The Justice Department is investigating whether former Interior Secretary Gale Norton illegally used her position to steer lucrative oil leases to Royal Dutch Shell. She now works for the company. Shell’s U.S. operations are based in Houston. Officials with both departments confirmed the investigation to the Associated Press. Norton couldn’t immediately be reached for comment. A Shell spokesperson says the company is aware of the investigation–and declined further comment. The investigation is focused on a 2006 decision by the Interior Department to award three oil shale leases on federal land in Colorado to a Shell subsidiary. Federal employees are barred from discussing employment with a company if they’re involved in a decision that could benefit that company. Months after granting Shell the leases, Norton left the agency. Shell later that year hired her as an in-house counsel.
The Dallas-Fort Worth area is set to reach a milestone next month with almost 6,000 homes facing foreclosure, a 34 per cent jump from a year ago. The Dallas Morning News reports that the biggest jump is in Collin County where foreclosure listing service said foreclosure filings are up 61 per cent from October 2008. Loan modification programs which carry over filings from previous months are responsible for much of the increase. Foreclosure listing service president George Roddy said that they’re seeing “a lot of reposts” which are “creating an artificial high.” However, the number of homes actually being foreclosed on this year was down 17 per cent during the first six months compared to the same period of 2008.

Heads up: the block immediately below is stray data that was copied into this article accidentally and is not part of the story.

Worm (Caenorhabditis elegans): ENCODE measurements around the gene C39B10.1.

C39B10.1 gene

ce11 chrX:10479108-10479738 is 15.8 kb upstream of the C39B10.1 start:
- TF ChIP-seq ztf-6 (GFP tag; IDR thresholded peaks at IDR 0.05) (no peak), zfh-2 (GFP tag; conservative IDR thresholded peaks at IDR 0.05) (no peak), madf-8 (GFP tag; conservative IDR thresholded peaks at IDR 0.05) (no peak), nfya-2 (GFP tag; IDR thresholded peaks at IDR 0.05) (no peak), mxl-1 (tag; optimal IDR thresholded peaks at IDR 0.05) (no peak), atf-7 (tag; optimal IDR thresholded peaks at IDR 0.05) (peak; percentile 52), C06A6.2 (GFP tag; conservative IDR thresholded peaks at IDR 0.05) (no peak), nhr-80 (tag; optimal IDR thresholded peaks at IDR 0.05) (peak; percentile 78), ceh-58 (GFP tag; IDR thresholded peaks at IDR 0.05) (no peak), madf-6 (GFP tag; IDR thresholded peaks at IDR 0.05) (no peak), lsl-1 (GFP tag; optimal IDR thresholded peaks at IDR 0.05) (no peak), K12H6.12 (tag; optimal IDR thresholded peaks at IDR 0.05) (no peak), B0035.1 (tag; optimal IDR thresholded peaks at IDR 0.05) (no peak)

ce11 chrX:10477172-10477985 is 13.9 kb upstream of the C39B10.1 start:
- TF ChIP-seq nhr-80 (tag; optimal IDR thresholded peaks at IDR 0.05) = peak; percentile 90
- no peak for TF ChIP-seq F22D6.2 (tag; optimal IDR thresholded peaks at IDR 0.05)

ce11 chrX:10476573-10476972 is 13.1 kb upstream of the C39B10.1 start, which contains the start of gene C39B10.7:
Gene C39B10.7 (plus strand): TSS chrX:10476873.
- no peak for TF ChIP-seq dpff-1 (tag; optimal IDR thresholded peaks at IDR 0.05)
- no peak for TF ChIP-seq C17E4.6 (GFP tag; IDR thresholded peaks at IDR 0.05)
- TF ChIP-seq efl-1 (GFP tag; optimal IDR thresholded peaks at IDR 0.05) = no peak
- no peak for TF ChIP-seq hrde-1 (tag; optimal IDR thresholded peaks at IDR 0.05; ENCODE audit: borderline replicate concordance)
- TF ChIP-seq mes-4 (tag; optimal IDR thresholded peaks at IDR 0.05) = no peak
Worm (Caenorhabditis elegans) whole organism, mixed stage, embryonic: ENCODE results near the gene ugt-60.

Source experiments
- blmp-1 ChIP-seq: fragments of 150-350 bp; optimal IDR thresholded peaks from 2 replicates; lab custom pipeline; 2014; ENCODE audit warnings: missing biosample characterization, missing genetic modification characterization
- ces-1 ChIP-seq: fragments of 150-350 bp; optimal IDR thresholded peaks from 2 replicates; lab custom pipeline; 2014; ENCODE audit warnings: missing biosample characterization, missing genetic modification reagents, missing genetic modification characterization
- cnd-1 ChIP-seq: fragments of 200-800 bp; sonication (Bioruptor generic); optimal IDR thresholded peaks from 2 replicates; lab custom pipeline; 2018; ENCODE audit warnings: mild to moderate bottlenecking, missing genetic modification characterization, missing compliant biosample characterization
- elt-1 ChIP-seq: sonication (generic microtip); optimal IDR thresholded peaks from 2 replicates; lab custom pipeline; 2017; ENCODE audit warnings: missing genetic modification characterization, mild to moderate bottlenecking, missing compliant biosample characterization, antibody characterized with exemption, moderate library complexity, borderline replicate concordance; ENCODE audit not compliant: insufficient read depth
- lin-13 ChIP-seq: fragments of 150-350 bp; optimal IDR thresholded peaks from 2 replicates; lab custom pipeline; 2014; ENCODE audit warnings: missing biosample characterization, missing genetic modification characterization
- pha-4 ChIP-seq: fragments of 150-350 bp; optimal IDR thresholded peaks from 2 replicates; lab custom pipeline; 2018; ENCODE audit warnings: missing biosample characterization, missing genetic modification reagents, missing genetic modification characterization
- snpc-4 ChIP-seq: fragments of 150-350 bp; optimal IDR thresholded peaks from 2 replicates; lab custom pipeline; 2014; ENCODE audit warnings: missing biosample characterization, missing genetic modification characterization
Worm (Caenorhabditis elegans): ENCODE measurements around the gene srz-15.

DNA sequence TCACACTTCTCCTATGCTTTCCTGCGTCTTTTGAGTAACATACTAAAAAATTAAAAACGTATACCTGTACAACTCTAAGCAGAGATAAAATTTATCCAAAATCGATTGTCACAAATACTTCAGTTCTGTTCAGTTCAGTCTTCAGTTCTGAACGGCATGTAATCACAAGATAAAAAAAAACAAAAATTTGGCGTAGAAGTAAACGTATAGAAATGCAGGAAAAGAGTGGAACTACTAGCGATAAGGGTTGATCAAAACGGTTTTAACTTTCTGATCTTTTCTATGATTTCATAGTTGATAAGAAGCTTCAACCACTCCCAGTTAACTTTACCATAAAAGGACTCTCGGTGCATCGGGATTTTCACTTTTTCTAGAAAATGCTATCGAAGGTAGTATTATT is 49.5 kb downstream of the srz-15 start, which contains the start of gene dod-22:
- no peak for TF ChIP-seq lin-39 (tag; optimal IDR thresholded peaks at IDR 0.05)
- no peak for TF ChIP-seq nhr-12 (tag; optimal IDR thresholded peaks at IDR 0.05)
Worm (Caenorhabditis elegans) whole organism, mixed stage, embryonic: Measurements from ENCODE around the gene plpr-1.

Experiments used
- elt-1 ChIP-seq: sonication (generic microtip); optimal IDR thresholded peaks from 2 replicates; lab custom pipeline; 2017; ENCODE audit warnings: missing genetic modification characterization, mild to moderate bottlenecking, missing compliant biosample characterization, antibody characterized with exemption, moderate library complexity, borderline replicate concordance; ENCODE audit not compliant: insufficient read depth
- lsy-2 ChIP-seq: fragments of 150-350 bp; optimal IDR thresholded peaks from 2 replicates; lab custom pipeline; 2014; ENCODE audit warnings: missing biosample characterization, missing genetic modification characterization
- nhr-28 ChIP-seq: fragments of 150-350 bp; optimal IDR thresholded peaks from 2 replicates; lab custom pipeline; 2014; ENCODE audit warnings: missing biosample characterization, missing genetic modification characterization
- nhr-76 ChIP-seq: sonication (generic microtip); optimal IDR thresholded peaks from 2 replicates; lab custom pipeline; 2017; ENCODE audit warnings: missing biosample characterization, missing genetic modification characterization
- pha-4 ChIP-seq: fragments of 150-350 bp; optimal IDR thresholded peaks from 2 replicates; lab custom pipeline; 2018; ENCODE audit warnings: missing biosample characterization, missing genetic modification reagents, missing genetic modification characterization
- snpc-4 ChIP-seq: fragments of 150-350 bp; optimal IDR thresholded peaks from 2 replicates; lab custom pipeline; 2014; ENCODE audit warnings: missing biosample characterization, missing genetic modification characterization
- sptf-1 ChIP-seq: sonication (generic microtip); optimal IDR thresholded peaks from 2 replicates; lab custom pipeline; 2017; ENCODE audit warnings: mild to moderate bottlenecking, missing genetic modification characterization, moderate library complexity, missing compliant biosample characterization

Southwest Airlines says the board of its pilots’ union has voted to send a new tentative contract agreement to membership for a ratification vote. The low-cost carrier’s pilots in June narrowly rejected a previous deal. The new proposal is a five-year agreement running through August 31st, 2011. The Southwest Airlines Pilots’ Association union and the airline have been in negotiations since their contract became changeable in September 2006. By federal law, labor contracts in the airline industry don’t expire but can be re-negotiated at the end of their term.